Implementation?

On the front-end, it's easy for me to imagine how this would work: If the user hasn't paid the minimum price for the game, and the creator has set the "Require payment before showing the embedded player", then the embedded player just doesn't appear, and the "Buy" button appears at the top of the page instead. Once the user makes a payment for the minimum price or higher, enable the player. (Maybe there's a way to enable a "demo" version that doesn't require payment and then override it with the paid version? idk)

Someone on Discord pointed out that itch doesn't require an account in order to make purchases, which could present a problem for a game that is only available in the browser. I have a couple ideas spinning off of that:

  • Require an account before the user can purchase the browser game, if it requires payment to play.
  • Require the creator to include some kind of downloadable version of the game, if they require payment for it.
  • Automatically generate a downloadable application that the user can download that launches the browser version of the game, that doesn't require the creator to build one themselves.

I don't know what the best solution to that problem is. All I know is that the way it currently is set up, I can't do what I need to in order to make my game sustainable for me as a creator.

if you mean the thumbnail in search results, you might need to look at the Metadata tab and add graphics under Promo Images. I built a template for creating them quickly, it’s linked from my profile.

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Mnemonic: Cracks in the Mirror is an intimate, fantasy game about uncovering lost family memories through the exploration of places of personal significance. Each member of your group will tell their own story through a series of leading questions and prompts, and the story will culminate in a shared memory for the entire group. Safety mechanisms are included throughout to offer release from more perilous situations.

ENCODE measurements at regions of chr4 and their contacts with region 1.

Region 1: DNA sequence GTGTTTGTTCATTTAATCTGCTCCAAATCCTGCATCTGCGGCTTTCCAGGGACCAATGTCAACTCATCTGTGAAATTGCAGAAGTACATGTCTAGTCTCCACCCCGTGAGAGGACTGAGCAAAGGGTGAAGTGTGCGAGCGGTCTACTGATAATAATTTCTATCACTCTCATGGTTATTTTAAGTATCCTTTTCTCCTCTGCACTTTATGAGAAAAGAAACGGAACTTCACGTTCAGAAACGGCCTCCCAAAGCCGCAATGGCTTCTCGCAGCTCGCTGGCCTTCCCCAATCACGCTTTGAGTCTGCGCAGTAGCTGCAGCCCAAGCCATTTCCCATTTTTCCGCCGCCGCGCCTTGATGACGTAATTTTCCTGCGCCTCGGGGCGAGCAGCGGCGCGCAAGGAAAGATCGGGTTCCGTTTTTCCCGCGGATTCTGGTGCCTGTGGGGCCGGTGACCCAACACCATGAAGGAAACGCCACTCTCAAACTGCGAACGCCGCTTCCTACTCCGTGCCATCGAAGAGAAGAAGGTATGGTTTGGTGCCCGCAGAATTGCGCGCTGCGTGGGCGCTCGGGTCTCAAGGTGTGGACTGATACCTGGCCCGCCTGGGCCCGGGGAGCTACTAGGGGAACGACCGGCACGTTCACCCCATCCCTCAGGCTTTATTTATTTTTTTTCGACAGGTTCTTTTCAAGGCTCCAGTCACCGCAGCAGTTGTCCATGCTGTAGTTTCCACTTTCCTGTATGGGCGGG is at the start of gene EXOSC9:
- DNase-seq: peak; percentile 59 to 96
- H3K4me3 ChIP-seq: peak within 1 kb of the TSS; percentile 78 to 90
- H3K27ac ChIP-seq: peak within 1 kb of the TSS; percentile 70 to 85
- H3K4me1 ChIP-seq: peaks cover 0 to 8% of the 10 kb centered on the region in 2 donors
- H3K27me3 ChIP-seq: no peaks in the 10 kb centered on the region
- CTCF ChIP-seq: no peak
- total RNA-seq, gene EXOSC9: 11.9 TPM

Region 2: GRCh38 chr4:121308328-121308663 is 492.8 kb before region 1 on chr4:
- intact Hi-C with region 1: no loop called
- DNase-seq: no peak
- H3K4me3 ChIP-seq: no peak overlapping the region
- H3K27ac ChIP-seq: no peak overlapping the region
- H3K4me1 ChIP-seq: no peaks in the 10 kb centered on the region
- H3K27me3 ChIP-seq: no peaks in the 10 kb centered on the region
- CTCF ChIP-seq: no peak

Intended for 1 to 4 players, no GM required.

Expected playtime: 2-4 hours.


The world is filled with buried memories, ruined places from before the end of the age of war. It has taken centuries to rebuild, and some things remain buried beneath the rubble of the places most ruined by time and catastrophe. Trinkets, stories, memories. Pieces of the past that once belonged to your family, that were stolen, or broken, or forgotten.

Now, you have been sent to recover these things. For yourself, for your family.

Mnemonic: Cracks in the Mirror is a GMless game for up to four players. In it, you will work together and on your own to develop characters and a group, and then venture into the world to uncover your family's lost history.

The game supports ongoing stories across multiple sessions through the repetition of rituals. You can create a new group of characters each time you play, or keep the same characters from session to session.

  • Estimated Play Time: 3 hours for a single session
  • # of Players: 1 to 4 (no GM required)
  • Safety Tools Included: Yes!

This game offers a 40% opt-in discount for people from marginalized or disenfranchised communities, and also offers free Community Copies based on the number of sales.

Geeeeezus this game sounds intense.

Thanks for the reminder! Sending it over there now.

I just published The Unfolk, a two-person game about telling your kids the hard truth and helping them flee persecution. This is also my very first published TTRPG, made and submitted for the Big Bad Game Jam 2019.

It's free for the first week (normal price $1 minimum, $5 suggested)

If you have four traumas and eight stress, it can feel like you don't have a choice. And sometimes that's appropriate, just not for what I'm aiming for with my game.

It's a good mechanism; for me the impetus was also partly that I didn't want to take that choice away from the player about how and when their character is no longer playable.

I was the admin for the Beamdog forums for a few years, it was a ride. :)

Aside from that, I used to play pbp on RPGCrossing, and was a moderator there too for a bit. It's been a while since I posted there at all.

This is giving me Ideas.

I feel like a lot of safety tools are useful for groups that are inclined to use them, and have the potential to make things more uncomfortable in groups that aren't already inclined to use them.

Yes, but not happily.